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[whatwg] On separation of code and data

From: Kristof Zelechovski <giecrilj@stegny.2a.pl>
Date: Thu, 7 Jun 2007 11:17:24 +0200
Message-ID: <000b01c7a8e4$a920fdf0$1a01080a@POCZTOWIEC>
The primary purpose of HTML is presentation, not scripting.  You can have a
user agent that does not support scripting at all, or that does not support
scripting in your script of choice, but other elements of your presentation
should be rendered, whatever that means, and make sense without scripting.
I cannot agree with sticking the tag "Future of HTML" onto scripting
security research.

Everything is executable in JavaScript, e.g. the expression "0" returns 0
when you execute it, therefore not executable means inaccessible.  The
duality of data and code is a characteristic of high level languages and it
is generally considered a good thing because it makes reflection possible.
I admit that reflection is not widely used in JavaScript, and most of such
cases actually are a misuse; nevertheless, IMHO, removing the data-code
duality would be a big step backwards.  Which, needless to say, could be
welcome to an industry, like Tinselton, that prefers prosecuting and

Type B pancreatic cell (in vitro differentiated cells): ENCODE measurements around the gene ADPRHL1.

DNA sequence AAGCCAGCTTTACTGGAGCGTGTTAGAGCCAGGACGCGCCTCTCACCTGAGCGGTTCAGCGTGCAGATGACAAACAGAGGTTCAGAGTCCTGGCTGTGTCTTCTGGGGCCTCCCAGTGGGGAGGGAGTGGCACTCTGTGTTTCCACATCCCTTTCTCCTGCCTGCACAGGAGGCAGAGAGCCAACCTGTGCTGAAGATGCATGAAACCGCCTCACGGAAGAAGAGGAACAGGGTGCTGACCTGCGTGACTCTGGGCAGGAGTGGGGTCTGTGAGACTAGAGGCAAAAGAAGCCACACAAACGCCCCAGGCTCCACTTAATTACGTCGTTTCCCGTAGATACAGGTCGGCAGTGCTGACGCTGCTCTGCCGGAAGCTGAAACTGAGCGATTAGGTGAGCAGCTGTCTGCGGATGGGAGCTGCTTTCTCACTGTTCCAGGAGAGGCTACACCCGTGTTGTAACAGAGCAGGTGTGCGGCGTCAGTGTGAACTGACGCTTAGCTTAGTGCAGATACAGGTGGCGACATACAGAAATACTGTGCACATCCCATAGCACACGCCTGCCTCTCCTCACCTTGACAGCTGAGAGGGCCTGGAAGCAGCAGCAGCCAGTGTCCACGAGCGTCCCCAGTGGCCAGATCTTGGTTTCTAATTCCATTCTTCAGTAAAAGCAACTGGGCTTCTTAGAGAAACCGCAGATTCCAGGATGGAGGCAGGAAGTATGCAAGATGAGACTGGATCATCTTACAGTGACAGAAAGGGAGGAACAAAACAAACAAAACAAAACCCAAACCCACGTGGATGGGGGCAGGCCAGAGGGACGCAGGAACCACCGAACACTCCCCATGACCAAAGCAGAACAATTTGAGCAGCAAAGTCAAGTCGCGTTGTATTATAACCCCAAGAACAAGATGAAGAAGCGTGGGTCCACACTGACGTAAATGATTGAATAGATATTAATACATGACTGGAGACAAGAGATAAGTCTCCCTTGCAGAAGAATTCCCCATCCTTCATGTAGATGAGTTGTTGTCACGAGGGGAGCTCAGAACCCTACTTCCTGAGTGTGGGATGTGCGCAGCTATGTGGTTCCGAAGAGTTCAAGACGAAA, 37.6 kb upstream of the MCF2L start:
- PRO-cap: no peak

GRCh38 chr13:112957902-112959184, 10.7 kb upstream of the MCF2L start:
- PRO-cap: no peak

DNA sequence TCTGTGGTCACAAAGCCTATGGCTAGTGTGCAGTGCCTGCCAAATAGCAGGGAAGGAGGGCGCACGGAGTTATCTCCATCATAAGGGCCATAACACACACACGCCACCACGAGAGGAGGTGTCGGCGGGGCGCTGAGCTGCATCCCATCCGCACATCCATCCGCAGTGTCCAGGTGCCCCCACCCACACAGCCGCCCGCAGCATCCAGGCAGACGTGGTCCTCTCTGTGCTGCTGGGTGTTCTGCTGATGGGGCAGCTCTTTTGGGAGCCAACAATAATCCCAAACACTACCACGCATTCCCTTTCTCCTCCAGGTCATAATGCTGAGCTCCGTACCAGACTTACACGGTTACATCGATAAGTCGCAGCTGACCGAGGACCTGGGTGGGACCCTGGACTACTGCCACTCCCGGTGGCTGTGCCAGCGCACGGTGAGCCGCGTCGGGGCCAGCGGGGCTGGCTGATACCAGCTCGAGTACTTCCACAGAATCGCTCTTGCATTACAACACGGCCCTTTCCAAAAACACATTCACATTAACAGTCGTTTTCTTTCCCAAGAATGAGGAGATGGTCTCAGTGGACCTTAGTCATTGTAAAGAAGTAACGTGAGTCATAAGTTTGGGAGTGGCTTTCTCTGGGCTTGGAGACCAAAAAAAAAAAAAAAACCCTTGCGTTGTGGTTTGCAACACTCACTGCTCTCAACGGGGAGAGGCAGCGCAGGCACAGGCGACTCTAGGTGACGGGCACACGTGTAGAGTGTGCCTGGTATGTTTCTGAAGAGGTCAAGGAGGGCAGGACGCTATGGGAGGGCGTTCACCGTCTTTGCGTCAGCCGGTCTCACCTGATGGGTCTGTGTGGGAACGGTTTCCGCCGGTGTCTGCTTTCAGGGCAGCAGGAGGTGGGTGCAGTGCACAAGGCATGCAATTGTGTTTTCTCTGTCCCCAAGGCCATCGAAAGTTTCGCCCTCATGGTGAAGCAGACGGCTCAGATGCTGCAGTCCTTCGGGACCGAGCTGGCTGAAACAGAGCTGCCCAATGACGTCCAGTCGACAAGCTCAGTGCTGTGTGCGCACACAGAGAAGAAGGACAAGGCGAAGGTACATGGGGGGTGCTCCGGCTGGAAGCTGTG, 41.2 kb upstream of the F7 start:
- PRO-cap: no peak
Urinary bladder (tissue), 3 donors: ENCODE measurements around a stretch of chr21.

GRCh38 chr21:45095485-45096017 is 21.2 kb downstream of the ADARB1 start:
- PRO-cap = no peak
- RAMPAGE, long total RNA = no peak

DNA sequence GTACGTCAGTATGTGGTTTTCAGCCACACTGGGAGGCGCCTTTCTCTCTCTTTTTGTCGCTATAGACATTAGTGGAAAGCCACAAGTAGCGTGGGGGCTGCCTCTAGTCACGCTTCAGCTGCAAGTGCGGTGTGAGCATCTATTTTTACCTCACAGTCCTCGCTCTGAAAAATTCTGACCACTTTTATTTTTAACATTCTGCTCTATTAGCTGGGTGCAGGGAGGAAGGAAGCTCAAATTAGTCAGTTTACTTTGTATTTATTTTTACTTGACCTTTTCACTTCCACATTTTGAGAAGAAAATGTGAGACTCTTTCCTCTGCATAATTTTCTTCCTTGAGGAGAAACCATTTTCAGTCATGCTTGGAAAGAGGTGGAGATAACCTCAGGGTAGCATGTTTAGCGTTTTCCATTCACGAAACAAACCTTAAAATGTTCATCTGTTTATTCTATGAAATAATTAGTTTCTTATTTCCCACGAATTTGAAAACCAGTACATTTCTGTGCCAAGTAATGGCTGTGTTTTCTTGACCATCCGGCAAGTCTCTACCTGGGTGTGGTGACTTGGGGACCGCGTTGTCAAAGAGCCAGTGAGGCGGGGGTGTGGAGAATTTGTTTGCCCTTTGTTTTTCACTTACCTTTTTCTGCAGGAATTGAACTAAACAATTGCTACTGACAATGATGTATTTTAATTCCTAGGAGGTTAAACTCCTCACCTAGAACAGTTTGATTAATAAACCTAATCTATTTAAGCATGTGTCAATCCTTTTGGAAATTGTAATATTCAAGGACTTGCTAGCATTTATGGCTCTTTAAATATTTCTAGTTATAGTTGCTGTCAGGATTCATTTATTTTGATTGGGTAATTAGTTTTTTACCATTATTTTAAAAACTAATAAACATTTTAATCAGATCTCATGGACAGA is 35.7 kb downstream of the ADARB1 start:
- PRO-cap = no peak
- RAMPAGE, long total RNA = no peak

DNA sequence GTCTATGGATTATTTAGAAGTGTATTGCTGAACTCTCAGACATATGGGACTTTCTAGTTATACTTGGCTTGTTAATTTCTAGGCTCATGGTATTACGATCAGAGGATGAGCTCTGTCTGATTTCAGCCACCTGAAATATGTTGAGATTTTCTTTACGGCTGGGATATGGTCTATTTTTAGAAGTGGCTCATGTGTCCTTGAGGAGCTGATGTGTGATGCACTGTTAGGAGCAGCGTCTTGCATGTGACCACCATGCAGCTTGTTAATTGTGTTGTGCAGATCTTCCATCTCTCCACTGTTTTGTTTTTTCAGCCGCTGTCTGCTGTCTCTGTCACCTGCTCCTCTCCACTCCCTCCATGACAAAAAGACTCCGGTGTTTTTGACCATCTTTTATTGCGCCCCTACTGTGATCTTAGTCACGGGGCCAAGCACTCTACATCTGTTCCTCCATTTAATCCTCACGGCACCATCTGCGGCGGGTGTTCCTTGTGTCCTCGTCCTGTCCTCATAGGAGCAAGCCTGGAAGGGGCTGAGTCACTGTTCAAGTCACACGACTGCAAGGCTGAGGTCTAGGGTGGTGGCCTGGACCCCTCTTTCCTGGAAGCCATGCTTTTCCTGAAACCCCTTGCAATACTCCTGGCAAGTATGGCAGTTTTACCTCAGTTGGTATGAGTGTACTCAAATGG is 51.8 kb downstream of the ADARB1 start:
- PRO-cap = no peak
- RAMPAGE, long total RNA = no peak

restricting to protecting and innovating; the WWW industry hopefully does
not belong to this genre.

The execution protection flag makes sense in machine code where the duality
cannot be readily seen, especially in compiled code where the compiler has
moved and transformed much of the original code to better match the target
architecture, which is beneficial both to the programmer and to the end
user; however, even in such an environment it is used sparingly and often
limited to core system services because it is incompatible with trampolines
and closures, at least the way they are implemented by most compilers.  It
cannot be viewed as the universal remedy and it should not be applied to
interactive elements.

The suggestion that JavaScript code should be rendered is ridiculous; it
reminds me of MacWeb, R.I.P.  But, as an afterthought, perhaps it could
enforce a better coding style to Web developers?  Sort of "Do not execute it
because it is unpretty?"  Just kidding.

And if you disable inline script code, the authors will be forced to use the
data URL scheme instead, which is cumbersome and buys you almost nothing,
except that you can use the token -- in the script.  Is that what you want?

The DOM tree does not contain any code, so separating DOM code elements and
attributes is void.  Please explain what you really want and give us an
example scenario of how it would work and how it would help, along the line
"This document could be used to steal your credit card number because.; my
idea would prevent it because. while everything else will work as expected
because.".

Cheers,

Chris

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Received on Thursday, 7 June 2007 02:17:24 UTC

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